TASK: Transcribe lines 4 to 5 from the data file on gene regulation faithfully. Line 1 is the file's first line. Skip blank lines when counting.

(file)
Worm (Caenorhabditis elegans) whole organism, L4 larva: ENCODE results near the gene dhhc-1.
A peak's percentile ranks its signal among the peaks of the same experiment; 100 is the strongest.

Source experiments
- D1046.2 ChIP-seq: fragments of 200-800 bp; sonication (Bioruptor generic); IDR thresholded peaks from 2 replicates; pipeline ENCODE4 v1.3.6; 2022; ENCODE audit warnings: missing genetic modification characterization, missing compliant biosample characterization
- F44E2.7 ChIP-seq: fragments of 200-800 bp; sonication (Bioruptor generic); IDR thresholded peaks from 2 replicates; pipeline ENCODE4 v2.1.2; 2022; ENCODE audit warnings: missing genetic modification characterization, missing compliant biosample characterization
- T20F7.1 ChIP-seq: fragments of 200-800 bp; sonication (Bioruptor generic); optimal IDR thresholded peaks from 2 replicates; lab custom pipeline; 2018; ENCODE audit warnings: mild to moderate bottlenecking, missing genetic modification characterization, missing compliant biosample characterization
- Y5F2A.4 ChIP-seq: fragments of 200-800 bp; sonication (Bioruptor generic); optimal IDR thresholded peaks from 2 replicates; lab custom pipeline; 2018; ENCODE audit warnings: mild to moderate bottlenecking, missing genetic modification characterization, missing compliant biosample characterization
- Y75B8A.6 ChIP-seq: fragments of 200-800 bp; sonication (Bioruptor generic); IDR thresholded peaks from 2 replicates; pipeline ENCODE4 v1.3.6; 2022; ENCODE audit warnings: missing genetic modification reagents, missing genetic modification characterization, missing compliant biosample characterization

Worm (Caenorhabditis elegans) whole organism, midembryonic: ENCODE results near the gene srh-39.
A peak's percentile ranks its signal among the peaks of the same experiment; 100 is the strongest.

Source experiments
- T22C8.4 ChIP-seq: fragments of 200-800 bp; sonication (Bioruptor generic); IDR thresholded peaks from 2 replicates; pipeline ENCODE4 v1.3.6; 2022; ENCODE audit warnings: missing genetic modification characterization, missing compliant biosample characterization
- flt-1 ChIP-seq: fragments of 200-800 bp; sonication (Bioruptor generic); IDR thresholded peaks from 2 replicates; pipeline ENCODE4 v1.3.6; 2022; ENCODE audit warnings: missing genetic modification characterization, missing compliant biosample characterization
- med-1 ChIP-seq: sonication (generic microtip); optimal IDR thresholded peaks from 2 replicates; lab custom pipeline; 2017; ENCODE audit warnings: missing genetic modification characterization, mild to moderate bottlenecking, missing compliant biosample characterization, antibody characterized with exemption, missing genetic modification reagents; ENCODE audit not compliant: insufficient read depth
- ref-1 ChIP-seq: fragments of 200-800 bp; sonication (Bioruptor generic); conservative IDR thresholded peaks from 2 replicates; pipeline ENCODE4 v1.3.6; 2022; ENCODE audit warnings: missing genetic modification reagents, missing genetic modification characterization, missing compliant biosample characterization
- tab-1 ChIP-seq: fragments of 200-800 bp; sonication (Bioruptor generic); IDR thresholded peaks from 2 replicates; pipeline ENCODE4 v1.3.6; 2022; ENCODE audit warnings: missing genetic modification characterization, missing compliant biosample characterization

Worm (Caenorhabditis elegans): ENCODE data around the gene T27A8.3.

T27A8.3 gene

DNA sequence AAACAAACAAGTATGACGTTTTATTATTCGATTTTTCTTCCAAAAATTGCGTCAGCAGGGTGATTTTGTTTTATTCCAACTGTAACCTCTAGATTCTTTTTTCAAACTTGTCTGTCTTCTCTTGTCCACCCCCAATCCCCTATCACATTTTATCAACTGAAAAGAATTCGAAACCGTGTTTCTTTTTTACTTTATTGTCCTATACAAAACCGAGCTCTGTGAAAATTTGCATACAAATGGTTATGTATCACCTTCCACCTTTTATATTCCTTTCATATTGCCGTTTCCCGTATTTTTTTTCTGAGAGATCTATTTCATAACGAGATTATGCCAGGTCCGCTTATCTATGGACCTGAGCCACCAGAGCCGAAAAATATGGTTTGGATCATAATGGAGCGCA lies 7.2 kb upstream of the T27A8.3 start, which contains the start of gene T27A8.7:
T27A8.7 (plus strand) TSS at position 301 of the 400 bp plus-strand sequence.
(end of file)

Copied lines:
- D1046.2 ChIP-seq: fragments of 200-800 bp; sonication (Bioruptor generic); IDR thresholded peaks from 2 replicates; pipeline ENCODE4 v1.3.6; 2022; ENCODE audit warnings: missing genetic modification characterization, missing compliant biosample characterization
- F44E2.7 ChIP-seq: fragments of 200-800 bp; sonication (Bioruptor generic); IDR thresholded peaks from 2 replicates; pipeline ENCODE4 v2.1.2; 2022; ENCODE audit warnings: missing genetic modification characterization, missing compliant biosample characterization